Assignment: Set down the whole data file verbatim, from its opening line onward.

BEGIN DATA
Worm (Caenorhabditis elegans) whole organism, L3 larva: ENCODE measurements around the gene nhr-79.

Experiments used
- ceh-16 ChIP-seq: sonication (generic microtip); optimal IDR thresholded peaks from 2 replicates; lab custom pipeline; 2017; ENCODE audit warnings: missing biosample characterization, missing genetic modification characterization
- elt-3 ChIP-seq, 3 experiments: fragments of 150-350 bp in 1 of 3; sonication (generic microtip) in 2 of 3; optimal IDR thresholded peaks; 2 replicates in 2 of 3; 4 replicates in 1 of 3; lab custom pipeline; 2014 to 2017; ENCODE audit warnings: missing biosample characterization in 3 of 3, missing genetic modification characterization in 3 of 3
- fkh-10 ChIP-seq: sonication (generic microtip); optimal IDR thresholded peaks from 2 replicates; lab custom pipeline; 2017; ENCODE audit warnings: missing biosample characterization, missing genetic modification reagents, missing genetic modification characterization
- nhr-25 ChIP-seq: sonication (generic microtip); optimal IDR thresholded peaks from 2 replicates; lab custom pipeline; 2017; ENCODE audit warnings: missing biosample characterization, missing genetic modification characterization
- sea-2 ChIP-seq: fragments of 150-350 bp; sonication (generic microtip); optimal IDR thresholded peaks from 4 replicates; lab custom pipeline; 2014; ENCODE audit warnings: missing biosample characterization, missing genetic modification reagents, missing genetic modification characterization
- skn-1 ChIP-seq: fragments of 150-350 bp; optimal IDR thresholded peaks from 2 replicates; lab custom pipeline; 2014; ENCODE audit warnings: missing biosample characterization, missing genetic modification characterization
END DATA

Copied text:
Worm (Caenorhabditis elegans) whole organism, L3 larva: ENCODE measurements around the gene nhr-79.

Experiments used
- ceh-16 ChIP-seq: sonication (generic microtip); optimal IDR thresholded peaks from 2 replicates; lab custom pipeline; 2017; ENCODE audit warnings: missing biosample characterization, missing genetic modification characterization
- elt-3 ChIP-seq, 3 experiments: fragments of 150-350 bp in 1 of 3; sonication (generic microtip) in 2 of 3; optimal IDR thresholded peaks; 2 replicates in 2 of 3; 4 replicates in 1 of 3; lab custom pipeline; 2014 to 2017; ENCODE audit warnings: missing biosample characterization in 3 of 3, missing genetic modification characterization in 3 of 3
- fkh-10 ChIP-seq: sonication (generic microtip); optimal IDR thresholded peaks from 2 replicates; lab custom pipeline; 2017; ENCODE audit warnings: missing biosample characterization, missing genetic modification reagents, missing genetic modification characterization
- nhr-25 ChIP-seq: sonication (generic microtip); optimal IDR thresholded peaks from 2 replicates; lab custom pipeline; 2017; ENCODE audit warnings: missing biosample characterization, missing genetic modification characterization
- sea-2 ChIP-seq: fragments of 150-350 bp; sonication (generic microtip); optimal IDR thresholded peaks from 4 replicates; lab custom pipeline; 2014; ENCODE audit warnings: missing biosample characterization, missing genetic modification reagents, missing genetic modification characterization
- skn-1 ChIP-seq: fragments of 150-350 bp; optimal IDR thresholded peaks from 2 replicates; lab custom pipeline; 2014; ENCODE audit warnings: missing biosample characterization, missing genetic modification characterization